Fresh fruits and vegetables are just what the doctor orders.
Necessity is the mother of invention. The Fruit and Vegetable Prescription (FVRx) Program began with the testimonials of the families enrolled in the childhood weight management clinic I had started in my community health center in 2006. Through my efforts to engage families in health behavior change, I found that while exercise increased and juice and soda decreased for many families, fruit and vegetable consumption almost never changed.
One family in particular drove my passion, a Latina mother and daughter who were really committed to changing their behaviors. When I saw them in the first 2 weeks of the month, they would report a healthy diet. In the last 2 weeks of the month, they would report eating only rice and beans. When I inquired about the pattern, they told me, with tears in their eyes, that their Supplemental Nutrition Assistance Program benefits were distributed at the beginning of the month. They ate fresh fruits and vegetables for as long as they could on their benefits. The rest of the month they could only afford to eat rice and beans.
When I asked other families about barriers to fruit and vegetable consumption, it became clear that fresh produce was often not available in the neighborhoods I served. Moreover, where it was available, it was not affordable. Discouraged by the idea that I had been recommending the unattainable to my patients, I made it my mission to improve healthy food access in the community I serve.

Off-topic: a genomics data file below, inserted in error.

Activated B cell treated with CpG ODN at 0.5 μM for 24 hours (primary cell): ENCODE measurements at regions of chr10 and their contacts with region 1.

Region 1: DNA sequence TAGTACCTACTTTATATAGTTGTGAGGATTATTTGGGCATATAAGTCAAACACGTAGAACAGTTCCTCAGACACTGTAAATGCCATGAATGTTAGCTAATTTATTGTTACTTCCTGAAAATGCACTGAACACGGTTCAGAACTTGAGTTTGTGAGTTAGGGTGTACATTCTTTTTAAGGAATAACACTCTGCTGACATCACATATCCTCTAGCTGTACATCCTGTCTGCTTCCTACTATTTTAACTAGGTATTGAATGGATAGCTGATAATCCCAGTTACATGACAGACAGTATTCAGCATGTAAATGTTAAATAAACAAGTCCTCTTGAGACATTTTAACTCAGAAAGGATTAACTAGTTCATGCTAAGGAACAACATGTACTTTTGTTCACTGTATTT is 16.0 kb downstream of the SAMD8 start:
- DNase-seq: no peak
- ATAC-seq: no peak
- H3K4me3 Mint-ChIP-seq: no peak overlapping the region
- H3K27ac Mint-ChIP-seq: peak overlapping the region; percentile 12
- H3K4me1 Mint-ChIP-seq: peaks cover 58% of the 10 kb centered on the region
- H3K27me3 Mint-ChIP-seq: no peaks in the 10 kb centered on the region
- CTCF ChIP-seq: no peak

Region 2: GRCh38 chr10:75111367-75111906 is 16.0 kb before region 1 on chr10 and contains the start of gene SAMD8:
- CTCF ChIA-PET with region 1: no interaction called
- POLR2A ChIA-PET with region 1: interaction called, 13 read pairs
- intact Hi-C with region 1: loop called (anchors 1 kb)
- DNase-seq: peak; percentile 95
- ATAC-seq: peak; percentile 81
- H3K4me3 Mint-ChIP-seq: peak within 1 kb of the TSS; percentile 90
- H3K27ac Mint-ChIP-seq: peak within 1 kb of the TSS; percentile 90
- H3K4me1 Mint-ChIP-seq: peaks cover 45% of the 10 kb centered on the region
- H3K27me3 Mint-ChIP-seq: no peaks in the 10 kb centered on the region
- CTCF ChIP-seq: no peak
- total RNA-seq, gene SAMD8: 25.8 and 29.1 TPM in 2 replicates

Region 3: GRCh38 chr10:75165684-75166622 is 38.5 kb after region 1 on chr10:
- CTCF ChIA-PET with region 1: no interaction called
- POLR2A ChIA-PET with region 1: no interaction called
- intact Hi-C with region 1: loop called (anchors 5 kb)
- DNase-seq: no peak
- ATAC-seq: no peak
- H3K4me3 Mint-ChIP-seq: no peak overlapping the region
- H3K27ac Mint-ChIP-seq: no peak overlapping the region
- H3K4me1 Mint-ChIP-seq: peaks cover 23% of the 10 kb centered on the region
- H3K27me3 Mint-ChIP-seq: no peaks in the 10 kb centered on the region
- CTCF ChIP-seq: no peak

The 'food desert' challenge
More than 13 million low-income Americans live in food deserts—urban neighborhoods and rural towns without ready access to fresh, healthy, and affordable food. Instead of supermarkets and grocery stores, these communities may have no food access or are served only by fast-food restaurants and convenience stores that offer few healthy, affordable food options.1 In addition, energy-dense “junk” foods cost on average $1.76 per 1000 calories, compared with $18.16 per 1000 calories for low-energy but nutritious foods, contributing to the well-established disparities in childhood obesity rates across the country.2
Aware that the path to solving the food desert challenge would be a long one, I began to consider programs that would provide healthy food access to the families I served, focusing on farmers’ markets because they could expand access more quickly than a grocery store or other large retailer. In March 2010, I met the team from Wholesome Wave, Bridgeport, Connecticut. They were as passionate as I was about fresh food access for underserved families and brought expertise in food systems and farmers. Together we developed the concept for the FVRx program, which rolled out 4 months after we met.
Rx for healthy foods